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Minister of Local Government and Environment, Dean Peart has said that with the arrival of 18 of the 33 contracted fire units this month, the Acting Commissioner of the Jamaica Fire Brigade will determine the needs of each fire station and deploy the units accordingly.
Informing the House of Representatives last week, Mr. Peart added that the ship carrying the remaining 15 fire units would set sail for the island on August 9.
He explained that three of the first batch of 18 vehicles were damaged in transit and were currently undergoing repairs. “As soon as these are repaired at the expense of the manufacturers they will be assigned through the Commissioner’s office,” said Mr. Peart.
In July, 2005, Cabinet approved the award of a contract in the sum of US$9.2 million to Rosenbauer America LLC for the procurement of 33 fire fighting units for the JFB. These include four water tenders; four foam tenders; 25 pumpers (inclusive of all equipment and tools); and five years of service and maintenance.
Last Monday (July 24), Cabinet also approved the award of a contract for an additional 13 units at a cost of US$8.107 million. These include five emergency ladders, four turntable ladders, and four hydraulic platforms. Mr. Peart said included in this package was a five year maintenance programme inclusive of equipment and tools.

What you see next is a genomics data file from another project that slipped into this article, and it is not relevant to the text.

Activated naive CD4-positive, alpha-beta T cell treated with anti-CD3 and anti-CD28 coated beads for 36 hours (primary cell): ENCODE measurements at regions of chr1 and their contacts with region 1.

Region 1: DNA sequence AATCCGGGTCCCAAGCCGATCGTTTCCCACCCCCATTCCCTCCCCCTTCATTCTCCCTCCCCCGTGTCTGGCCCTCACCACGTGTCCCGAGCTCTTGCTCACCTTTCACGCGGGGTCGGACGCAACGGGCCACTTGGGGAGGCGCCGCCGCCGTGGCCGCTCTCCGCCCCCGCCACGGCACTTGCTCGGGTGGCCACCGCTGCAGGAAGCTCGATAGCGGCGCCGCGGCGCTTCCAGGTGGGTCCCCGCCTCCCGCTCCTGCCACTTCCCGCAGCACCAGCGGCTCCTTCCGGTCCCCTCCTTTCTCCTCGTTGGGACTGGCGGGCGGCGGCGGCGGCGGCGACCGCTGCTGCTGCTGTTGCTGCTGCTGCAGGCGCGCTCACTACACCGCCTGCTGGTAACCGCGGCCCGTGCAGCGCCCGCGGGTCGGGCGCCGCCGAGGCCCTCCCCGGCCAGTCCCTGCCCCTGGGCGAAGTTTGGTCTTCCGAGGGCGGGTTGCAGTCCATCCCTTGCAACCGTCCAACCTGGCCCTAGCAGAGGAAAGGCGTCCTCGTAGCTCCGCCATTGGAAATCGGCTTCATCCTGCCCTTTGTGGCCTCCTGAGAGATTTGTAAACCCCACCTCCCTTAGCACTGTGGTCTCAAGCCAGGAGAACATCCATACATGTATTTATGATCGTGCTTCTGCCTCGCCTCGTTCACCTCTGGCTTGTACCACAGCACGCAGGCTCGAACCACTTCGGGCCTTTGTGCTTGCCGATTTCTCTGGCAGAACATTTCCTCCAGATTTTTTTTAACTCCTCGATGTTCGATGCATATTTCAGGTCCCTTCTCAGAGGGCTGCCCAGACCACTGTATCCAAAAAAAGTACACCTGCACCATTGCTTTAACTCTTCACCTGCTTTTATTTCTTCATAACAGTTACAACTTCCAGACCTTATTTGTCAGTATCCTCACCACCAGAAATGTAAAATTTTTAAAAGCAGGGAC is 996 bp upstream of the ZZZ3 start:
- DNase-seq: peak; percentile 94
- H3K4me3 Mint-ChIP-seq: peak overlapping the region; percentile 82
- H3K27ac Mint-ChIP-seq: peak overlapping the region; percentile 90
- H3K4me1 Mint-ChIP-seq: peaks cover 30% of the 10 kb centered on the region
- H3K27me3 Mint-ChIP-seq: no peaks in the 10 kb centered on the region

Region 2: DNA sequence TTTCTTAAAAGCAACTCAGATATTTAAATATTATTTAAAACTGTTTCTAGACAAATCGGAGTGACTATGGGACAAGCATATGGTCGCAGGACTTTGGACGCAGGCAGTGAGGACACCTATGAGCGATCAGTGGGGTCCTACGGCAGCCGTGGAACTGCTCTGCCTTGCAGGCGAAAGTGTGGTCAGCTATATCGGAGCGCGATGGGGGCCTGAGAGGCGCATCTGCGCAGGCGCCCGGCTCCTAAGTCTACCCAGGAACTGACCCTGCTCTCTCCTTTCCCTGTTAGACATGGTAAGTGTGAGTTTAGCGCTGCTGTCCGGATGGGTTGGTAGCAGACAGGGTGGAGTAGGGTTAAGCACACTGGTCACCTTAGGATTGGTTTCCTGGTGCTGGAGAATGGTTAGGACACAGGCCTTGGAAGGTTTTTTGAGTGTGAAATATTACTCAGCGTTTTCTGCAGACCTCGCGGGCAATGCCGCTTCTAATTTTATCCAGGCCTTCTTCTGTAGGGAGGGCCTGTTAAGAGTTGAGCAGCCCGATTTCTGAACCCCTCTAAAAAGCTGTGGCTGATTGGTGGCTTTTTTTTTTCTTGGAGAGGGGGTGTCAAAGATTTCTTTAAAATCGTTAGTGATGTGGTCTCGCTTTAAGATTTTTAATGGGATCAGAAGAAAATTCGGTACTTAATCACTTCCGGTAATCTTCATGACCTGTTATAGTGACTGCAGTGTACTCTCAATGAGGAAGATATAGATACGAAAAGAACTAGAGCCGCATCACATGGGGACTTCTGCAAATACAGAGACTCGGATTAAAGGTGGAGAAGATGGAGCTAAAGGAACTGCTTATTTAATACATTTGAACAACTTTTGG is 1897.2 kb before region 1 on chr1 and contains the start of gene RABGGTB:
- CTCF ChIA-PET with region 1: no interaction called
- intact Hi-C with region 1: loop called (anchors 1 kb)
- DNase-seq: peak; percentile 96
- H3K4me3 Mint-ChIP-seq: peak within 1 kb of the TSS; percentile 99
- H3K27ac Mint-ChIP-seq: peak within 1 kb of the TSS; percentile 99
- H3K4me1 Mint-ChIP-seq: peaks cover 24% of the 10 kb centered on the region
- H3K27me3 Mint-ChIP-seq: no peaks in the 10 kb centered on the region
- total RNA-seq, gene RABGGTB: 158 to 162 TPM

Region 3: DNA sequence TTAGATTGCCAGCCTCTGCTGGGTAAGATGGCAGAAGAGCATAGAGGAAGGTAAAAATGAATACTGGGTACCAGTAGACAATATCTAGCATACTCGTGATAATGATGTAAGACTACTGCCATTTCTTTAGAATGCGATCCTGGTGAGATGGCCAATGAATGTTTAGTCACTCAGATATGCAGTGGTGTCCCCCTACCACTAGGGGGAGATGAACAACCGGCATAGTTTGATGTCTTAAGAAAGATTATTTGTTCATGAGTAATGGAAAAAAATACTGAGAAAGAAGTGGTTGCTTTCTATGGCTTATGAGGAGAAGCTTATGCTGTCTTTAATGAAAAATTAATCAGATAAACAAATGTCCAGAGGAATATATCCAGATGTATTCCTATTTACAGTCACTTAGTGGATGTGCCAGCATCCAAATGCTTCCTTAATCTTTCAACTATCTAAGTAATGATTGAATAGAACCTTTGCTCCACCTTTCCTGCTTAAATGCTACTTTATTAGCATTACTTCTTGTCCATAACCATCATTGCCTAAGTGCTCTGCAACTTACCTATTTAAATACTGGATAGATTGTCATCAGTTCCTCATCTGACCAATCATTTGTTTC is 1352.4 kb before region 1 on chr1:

He added that “we are currently preparing the tender documents for the purchase of two fireboats”. Mr. Peart mentioned that the Ministry was also purchasing six utility vehicles which he said “will no doubt boost the capacity of the fire services to protect and as far as possible, prevent loss of lives and property”.
The Minister further told colleague members that a status report and needs analysis had been done on the state of the fire stations in the island. “Approximately $157 million has been approved to start rehabilitation work. Meanwhile our immediate attention is now on the Falmouth fire station which is under construction to be completed in February 2007,” he informed.
He added that the Ministry was currently addressing the needs of the other stations across the island, including the refurbishment of temporary facilities to house personnel at the Barnett Street station in Montego Bay.
The Ministry is now seeking Cabinet approval for the construction of the Lucea Fire Station, which has gone to tender and has been approved by the National Contracts Commission. Designs are currently being done for a training facility at Twickenham Park, with a view to begin construction this year.
“The Old Harbour and Port Maria stations are also in design phases, and Phase one of the rehabilitation of the York Fire Station in Kingston is complete with phase two at the tendering stage,” Mr. Peart added.